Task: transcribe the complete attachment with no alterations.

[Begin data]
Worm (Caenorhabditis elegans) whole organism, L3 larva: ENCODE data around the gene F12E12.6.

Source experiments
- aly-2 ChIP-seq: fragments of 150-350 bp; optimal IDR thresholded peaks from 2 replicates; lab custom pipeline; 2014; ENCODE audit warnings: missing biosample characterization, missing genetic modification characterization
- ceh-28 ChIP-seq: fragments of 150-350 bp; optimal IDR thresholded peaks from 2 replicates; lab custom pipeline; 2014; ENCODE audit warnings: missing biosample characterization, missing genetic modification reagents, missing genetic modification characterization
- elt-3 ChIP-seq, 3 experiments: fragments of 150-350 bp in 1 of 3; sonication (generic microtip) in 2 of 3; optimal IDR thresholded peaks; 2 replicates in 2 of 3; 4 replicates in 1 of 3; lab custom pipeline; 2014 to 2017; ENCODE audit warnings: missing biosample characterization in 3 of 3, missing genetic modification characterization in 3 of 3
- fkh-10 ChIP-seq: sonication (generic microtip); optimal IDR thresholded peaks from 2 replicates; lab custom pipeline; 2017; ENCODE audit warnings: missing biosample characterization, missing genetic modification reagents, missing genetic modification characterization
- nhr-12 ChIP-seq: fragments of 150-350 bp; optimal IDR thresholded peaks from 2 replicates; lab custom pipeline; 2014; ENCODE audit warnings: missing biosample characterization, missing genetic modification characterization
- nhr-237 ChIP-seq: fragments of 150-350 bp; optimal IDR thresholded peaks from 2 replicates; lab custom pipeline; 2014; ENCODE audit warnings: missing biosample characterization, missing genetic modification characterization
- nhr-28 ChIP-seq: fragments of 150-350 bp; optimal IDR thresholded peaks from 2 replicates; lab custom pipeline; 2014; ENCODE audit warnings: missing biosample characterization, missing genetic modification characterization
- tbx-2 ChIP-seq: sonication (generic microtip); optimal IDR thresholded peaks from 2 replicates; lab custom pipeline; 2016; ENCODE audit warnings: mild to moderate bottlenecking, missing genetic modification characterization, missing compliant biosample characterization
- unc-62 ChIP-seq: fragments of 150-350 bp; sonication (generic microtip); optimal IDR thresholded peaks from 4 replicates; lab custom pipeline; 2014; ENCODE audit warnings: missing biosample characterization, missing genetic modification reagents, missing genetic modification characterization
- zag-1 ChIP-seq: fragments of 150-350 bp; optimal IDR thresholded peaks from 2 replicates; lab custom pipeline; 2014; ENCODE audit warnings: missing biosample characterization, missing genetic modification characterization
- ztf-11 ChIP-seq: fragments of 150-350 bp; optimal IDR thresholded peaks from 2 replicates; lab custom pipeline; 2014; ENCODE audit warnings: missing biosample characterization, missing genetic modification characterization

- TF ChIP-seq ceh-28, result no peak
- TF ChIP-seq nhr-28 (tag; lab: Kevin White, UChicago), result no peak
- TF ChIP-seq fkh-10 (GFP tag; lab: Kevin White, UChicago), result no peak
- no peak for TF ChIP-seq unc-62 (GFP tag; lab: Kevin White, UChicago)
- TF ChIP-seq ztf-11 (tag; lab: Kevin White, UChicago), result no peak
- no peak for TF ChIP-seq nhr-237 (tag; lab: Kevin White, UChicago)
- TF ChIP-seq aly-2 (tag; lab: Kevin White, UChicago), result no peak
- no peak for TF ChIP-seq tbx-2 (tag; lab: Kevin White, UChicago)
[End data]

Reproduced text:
Worm (Caenorhabditis elegans) whole organism, L3 larva: ENCODE data around the gene F12E12.6.

Source experiments
- aly-2 ChIP-seq: fragments of 150-350 bp; optimal IDR thresholded peaks from 2 replicates; lab custom pipeline; 2014; ENCODE audit warnings: missing biosample characterization, missing genetic modification characterization
- ceh-28 ChIP-seq: fragments of 150-350 bp; optimal IDR thresholded peaks from 2 replicates; lab custom pipeline; 2014; ENCODE audit warnings: missing biosample characterization, missing genetic modification reagents, missing genetic modification characterization
- elt-3 ChIP-seq, 3 experiments: fragments of 150-350 bp in 1 of 3; sonication (generic microtip) in 2 of 3; optimal IDR thresholded peaks; 2 replicates in 2 of 3; 4 replicates in 1 of 3; lab custom pipeline; 2014 to 2017; ENCODE audit warnings: missing biosample characterization in 3 of 3, missing genetic modification characterization in 3 of 3
- fkh-10 ChIP-seq: sonication (generic microtip); optimal IDR thresholded peaks from 2 replicates; lab custom pipeline; 2017; ENCODE audit warnings: missing biosample characterization, missing genetic modification reagents, missing genetic modification characterization
- nhr-12 ChIP-seq: fragments of 150-350 bp; optimal IDR thresholded peaks from 2 replicates; lab custom pipeline; 2014; ENCODE audit warnings: missing biosample characterization, missing genetic modification characterization
- nhr-237 ChIP-seq: fragments of 150-350 bp; optimal IDR thresholded peaks from 2 replicates; lab custom pipeline; 2014; ENCODE audit warnings: missing biosample characterization, missing genetic modification characterization
- nhr-28 ChIP-seq: fragments of 150-350 bp; optimal IDR thresholded peaks from 2 replicates; lab custom pipeline; 2014; ENCODE audit warnings: missing biosample characterization, missing genetic modification characterization
- tbx-2 ChIP-seq: sonication (generic microtip); optimal IDR thresholded peaks from 2 replicates; lab custom pipeline; 2016; ENCODE audit warnings: mild to moderate bottlenecking, missing genetic modification characterization, missing compliant biosample characterization
- unc-62 ChIP-seq: fragments of 150-350 bp; sonication (generic microtip); optimal IDR thresholded peaks from 4 replicates; lab custom pipeline; 2014; ENCODE audit warnings: missing biosample characterization, missing genetic modification reagents, missing genetic modification characterization
- zag-1 ChIP-seq: fragments of 150-350 bp; optimal IDR thresholded peaks from 2 replicates; lab custom pipeline; 2014; ENCODE audit warnings: missing biosample characterization, missing genetic modification characterization
- ztf-11 ChIP-seq: fragments of 150-350 bp; optimal IDR thresholded peaks from 2 replicates; lab custom pipeline; 2014; ENCODE audit warnings: missing biosample characterization, missing genetic modification characterization

- TF ChIP-seq ceh-28, result no peak
- TF ChIP-seq nhr-28 (tag; lab: Kevin White, UChicago), result no peak
- TF ChIP-seq fkh-10 (GFP tag; lab: Kevin White, UChicago), result no peak
- no peak for TF ChIP-seq unc-62 (GFP tag; lab: Kevin White, UChicago)
- TF ChIP-seq ztf-11 (tag; lab: Kevin White, UChicago), result no peak
- no peak for TF ChIP-seq nhr-237 (tag; lab: Kevin White, UChicago)
- TF ChIP-seq aly-2 (tag; lab: Kevin White, UChicago), result no peak
- no peak for TF ChIP-seq tbx-2 (tag; lab: Kevin White, UChicago)